Arid West Invading Fertile Eastern U.S.
Theres an invasion going on down the middle of the U.S., as America's arid West advances eastwards. Imperceptibly, decades of climate change have shifted the natural boundary between the dry west and the fertile farmlands of the eastern states by more than 225 kilometers (approximately 140 miles), according to a new study by U.S. scientists.
In effect, what was once marked by the 100th meridian is now at 98 degrees of longitude.
The 100th meridian is one of those astronomically-determined lines that emerge from what the researchers call "psychogeography." Just as the historic 38th parallel separates the hostile states of North and South Korea, the Mason-Dixon line marks a notional but blood-stained boundary between the northern states and the American South, and the Greenwich meridian formally replaced the Paris meridian as the notional ground zero for the measure of universal time, so the 100th meridian has entered U.S. consciousness.
It was first cited 140 years ago when a pioneer geologist and surveyor identified a divide running from north to south between land that received ample rainfall, and soils in the so-called rain-shadow of the Rockies that could be classed as arid.
And, conveniently, it could be measured as 100 degrees west of Greenwich in the UK, the starting point for lines of longitude. In two papers in the journal Earth Interactions, researchers have taken a closer look at the reality of this historic divide and the changing nature of the U.S. landscape as a consequence of climate change driven by ever-greater ratios of greenhouse gases in the atmosphere, in response to ever-more profligate human use of fossil fuels.
They confirm that in the 140 years since the first observation of that divide, the line through North and South Dakota, Nebraska, Kansas, Oklahoma and Texas has shifted eastwards by 140 miles, or 225 km: in the state of Texas, this is a shift from Abilene to Fort Worth.
In 1878, the geologist John Wesley Powell noted the transformation observed as he crossed a north-south band of terrain in the U.S. "On the east, luxuriant growth of grass is seen, and the gaudy flowers of the order Compositae make the prairie landscape beautiful.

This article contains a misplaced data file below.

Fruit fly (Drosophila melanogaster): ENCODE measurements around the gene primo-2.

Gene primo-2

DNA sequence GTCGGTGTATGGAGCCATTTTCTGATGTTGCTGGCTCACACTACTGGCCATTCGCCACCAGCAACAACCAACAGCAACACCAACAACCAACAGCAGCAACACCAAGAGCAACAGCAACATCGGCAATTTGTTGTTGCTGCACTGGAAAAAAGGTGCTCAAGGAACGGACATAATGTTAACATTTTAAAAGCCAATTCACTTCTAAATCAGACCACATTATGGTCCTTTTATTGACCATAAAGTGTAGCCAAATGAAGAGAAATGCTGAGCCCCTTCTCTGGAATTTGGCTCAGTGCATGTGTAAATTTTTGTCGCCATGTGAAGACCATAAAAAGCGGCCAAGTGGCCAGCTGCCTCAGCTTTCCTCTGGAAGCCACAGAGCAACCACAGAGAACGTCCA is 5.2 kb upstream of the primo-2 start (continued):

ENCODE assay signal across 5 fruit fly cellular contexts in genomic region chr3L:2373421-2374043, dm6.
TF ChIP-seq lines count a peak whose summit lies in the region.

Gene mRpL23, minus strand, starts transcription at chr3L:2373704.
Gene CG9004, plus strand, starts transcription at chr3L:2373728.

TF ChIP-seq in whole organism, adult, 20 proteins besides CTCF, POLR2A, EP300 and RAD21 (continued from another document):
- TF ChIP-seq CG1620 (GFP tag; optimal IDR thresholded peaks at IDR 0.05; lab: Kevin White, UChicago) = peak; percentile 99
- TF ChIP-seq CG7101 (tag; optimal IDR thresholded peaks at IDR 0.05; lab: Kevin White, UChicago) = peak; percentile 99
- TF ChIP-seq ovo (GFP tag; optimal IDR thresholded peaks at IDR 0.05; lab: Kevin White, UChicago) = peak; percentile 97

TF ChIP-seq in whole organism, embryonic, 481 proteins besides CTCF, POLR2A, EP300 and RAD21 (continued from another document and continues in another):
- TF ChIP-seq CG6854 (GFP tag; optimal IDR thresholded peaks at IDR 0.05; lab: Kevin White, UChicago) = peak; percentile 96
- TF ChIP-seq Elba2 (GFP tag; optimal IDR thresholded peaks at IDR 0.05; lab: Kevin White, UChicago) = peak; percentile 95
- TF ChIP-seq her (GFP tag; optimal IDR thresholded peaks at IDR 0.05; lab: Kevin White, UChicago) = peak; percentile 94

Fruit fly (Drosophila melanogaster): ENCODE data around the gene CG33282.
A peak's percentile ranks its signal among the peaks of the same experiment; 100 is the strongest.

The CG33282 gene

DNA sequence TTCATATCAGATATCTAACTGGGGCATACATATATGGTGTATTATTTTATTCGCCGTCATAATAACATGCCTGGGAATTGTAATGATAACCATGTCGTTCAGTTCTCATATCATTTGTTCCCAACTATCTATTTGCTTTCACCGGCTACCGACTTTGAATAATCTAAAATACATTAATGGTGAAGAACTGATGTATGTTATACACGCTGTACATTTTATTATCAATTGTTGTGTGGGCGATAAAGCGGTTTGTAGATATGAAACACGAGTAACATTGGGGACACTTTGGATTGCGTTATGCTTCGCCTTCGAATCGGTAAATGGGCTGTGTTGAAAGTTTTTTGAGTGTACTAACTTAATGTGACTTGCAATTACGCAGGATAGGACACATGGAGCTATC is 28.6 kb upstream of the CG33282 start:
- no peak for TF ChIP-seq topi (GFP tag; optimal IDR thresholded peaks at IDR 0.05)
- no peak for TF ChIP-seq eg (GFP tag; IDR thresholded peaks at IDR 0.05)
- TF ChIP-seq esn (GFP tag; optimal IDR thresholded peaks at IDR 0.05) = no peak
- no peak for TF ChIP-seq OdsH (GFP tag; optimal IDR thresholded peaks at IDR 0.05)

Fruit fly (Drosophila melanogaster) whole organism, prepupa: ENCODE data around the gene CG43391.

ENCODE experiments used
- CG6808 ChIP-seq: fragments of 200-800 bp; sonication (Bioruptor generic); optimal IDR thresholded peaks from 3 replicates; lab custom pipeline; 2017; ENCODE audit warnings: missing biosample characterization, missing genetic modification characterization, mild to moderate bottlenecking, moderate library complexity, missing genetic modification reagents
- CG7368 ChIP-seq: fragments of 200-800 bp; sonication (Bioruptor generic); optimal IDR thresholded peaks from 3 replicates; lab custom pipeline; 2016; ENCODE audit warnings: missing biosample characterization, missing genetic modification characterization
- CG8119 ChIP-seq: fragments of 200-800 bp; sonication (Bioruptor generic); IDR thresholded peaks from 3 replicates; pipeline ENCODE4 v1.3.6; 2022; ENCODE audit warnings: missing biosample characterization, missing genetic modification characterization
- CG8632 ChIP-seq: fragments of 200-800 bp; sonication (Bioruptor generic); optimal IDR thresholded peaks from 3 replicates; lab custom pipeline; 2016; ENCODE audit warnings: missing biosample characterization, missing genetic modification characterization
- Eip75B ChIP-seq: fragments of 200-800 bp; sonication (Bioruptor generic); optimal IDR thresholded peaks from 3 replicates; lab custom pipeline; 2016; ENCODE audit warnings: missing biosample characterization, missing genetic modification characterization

"Passing westward, species after species of luxuriant grass and brilliant flowering plants disappear; the ground gradually becomes naked, with 'bunch' grasses here and there; now and then a thorny cactus is seen, and the yucca plant thrusts out its sharp bayonets," he later wrote.
Big Change Ahead
Today, west of the line, population drops away sharply and farms are fewer but bigger. To the east, most of the crop is maize, a plant greedy for water. To the west, the dominant harvest is wheat, which is more resistant to aridity.
The researchers predict that drylands will continue to move eastward with the century, as global temperatures continue to rise, and eventually trigger large-scale changes.
Such research is simply another way of identifying the impacts of climate change. None of it should be a surprise. Researchers have repeatedly warned that the U.S. climate is changing with ever-greater risks of climate extremes, including ever-more devastating droughts, and with increasing risks of forest fire.
So the 100th meridian study is another way of telling the story again. "Powell talked eloquently about the 100th meridian, and this concept of a boundary line has stayed with us down to the current day," said Richard Seager of Columbia University's Lamont-Doherty Earth Observatory, who led the study "We wanted to ask whether there really is such a divide, and whether it's influenced human settlement."
Reposted with permission from our media associate Climate News Network.